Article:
Noah’s Ark by Jerry Pinkney. Published 2002. Caldecott Honor 2003. Chronicle Books. ISBN: 9781587172014
I realize this is unusual, but I’m actually not a huge Jerry Pinkney fan. I recognize that he is talented, but because I don’t especially like animals, I have a hard time getting interested in his books. His version of the Noah’s Ark story is really no exception. I think he does a lovely job of capturing the crowded feeling of an ark filled with two of every species, and the visual representation of the actual building of the ark is likely to amaze kids who might otherwise have trouble imagining what that would look like. Noah also seems to look out of the page with a knowing expression at some moments, which makes the reader feel more like a part of the story. Still, though, something about it just doesn’t appeal to me.
Prayer for a Child by Rachel Field, illustrated by Elizabeth Orton Jones. Published 1944. Caldecott Medal 1945. Simon & Schuster. ISBN: 9780027351903
This book is one of my favorites of the entire list of Caldecott winners and honors so far. I love the focus on the ordinary everyday objects of a little girl’s life - her cup, her bed, her shoes, her mother’s hands - as well as the consideration for all the other children of the world, who are depicted in colorful diversity reminiscent of a much more modern book. It’s a great introduction to prayer for very little kids, and I think it also evokes a sense of nostalgia for adults. The little girl’s chubby fingers and buttoned pajama bottoms are also just great details.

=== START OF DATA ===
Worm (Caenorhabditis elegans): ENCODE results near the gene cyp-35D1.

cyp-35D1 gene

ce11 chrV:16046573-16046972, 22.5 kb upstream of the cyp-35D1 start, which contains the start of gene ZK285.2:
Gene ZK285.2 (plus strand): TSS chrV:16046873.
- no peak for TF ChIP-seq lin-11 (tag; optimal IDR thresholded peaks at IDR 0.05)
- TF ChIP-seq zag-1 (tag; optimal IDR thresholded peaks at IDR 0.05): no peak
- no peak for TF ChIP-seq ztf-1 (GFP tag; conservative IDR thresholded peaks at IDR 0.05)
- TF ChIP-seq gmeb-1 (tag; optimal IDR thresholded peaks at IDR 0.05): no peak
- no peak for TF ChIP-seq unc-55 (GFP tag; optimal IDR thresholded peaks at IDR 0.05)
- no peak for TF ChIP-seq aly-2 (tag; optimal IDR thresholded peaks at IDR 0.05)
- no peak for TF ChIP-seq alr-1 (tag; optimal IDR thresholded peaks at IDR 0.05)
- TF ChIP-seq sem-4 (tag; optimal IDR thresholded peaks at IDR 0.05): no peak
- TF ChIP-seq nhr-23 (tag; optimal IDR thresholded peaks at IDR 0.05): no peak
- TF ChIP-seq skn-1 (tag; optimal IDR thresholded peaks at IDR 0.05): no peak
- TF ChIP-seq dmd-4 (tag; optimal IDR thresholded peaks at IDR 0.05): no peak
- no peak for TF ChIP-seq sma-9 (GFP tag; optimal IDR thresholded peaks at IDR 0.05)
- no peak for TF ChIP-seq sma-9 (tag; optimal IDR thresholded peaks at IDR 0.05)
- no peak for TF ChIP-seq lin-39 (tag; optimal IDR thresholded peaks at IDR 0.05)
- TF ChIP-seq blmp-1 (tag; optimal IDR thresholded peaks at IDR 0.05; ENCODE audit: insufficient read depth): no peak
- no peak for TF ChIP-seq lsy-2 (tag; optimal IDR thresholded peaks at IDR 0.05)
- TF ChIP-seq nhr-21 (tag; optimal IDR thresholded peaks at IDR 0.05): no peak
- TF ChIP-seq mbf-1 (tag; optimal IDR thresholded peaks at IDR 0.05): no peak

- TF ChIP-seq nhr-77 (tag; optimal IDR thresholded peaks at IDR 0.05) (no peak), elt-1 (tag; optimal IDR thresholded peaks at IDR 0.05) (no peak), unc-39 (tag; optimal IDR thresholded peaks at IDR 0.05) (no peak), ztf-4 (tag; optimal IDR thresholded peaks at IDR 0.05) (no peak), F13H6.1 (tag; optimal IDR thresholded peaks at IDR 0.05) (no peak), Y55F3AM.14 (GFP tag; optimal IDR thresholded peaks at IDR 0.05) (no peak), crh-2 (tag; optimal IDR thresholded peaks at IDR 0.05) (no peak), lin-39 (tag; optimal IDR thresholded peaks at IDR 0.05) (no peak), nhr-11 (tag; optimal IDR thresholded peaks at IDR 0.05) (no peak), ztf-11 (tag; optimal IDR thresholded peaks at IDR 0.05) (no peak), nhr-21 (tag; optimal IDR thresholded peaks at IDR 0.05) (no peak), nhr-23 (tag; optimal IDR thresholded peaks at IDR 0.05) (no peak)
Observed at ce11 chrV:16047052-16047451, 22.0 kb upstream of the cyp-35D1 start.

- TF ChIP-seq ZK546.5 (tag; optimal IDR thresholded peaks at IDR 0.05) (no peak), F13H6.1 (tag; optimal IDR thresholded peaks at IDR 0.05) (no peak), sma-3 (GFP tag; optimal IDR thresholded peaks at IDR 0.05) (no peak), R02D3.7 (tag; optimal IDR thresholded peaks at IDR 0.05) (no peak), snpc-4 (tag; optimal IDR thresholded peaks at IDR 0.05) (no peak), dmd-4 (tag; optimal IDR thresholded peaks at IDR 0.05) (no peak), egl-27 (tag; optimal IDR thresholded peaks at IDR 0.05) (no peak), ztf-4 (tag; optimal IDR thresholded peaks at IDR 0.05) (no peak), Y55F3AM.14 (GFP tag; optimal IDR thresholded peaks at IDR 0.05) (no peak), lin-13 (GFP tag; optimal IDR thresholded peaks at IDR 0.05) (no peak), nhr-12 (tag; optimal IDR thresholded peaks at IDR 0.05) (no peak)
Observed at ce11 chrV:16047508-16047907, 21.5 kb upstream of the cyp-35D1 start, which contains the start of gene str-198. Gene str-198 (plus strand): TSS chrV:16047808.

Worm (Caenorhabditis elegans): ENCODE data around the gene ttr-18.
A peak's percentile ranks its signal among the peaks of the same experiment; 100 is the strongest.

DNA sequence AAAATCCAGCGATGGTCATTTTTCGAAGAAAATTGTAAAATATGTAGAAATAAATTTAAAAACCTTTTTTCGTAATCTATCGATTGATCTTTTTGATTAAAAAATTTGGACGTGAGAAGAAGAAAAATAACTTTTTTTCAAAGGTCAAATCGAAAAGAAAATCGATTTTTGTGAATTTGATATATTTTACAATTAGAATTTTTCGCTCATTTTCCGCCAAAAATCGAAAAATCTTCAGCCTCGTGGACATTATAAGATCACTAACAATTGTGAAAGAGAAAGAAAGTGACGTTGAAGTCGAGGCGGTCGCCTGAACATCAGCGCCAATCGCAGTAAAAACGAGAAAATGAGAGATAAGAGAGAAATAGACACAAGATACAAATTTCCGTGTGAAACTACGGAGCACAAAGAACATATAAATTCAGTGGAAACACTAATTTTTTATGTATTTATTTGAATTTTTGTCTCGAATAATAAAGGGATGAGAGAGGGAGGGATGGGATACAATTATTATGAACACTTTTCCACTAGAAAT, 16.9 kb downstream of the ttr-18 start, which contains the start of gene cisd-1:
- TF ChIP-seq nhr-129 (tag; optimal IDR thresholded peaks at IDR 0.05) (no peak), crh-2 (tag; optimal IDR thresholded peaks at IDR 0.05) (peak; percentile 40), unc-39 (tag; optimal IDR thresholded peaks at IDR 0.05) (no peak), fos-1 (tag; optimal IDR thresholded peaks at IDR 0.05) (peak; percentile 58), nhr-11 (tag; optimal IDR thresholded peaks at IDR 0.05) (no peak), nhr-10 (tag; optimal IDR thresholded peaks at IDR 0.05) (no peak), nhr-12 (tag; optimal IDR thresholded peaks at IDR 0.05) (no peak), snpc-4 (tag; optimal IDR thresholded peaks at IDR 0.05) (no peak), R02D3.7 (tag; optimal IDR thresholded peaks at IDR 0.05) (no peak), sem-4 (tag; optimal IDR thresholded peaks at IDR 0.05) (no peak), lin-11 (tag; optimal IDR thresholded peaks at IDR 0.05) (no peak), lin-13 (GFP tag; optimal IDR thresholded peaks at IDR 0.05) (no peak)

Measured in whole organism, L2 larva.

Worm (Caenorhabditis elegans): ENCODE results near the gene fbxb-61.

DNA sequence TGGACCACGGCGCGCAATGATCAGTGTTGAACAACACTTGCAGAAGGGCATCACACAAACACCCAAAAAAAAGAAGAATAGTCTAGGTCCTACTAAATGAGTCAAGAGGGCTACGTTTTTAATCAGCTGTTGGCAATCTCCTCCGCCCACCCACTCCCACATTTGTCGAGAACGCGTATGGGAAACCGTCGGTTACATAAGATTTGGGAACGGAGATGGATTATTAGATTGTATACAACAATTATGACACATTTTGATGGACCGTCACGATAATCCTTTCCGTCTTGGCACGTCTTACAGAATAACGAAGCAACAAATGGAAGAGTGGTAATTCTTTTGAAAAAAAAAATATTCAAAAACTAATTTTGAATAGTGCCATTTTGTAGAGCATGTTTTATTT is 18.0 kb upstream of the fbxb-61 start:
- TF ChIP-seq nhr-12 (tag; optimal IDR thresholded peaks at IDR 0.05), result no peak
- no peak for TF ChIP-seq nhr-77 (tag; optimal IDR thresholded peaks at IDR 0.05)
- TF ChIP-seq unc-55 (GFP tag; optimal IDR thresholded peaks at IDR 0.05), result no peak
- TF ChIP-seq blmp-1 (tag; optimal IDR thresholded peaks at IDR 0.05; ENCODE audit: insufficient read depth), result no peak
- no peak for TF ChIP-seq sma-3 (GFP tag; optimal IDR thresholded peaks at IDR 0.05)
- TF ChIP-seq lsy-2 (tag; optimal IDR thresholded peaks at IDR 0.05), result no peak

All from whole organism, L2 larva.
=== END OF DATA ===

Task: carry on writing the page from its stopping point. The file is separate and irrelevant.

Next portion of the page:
Song of the Water Boatman by Joyce Sidman, illustrated by Becky Prange. Published 2005. Caldecott Honor 2006. Houghton Mifflin Harcourt. ISBN: 9780618135479
The illustrations in this book are all about perspective. We see ducks looking down from a nest into the water. We zoom in very closely on a dragonfly’s back. We see insects from a heron’s point of view. The effect is that the reader is drawn into each creature’s little slice of the pond and gets to see how they live from their own point of view. I also love the scenes on either end of the book - one of the pond in Spring, and another of the same pond, from the same vantage point, covered in Winter snow.
See other Caldecott Challenge participants' blogs on the challenge page at LibLaura5. Follow my challenge progress here.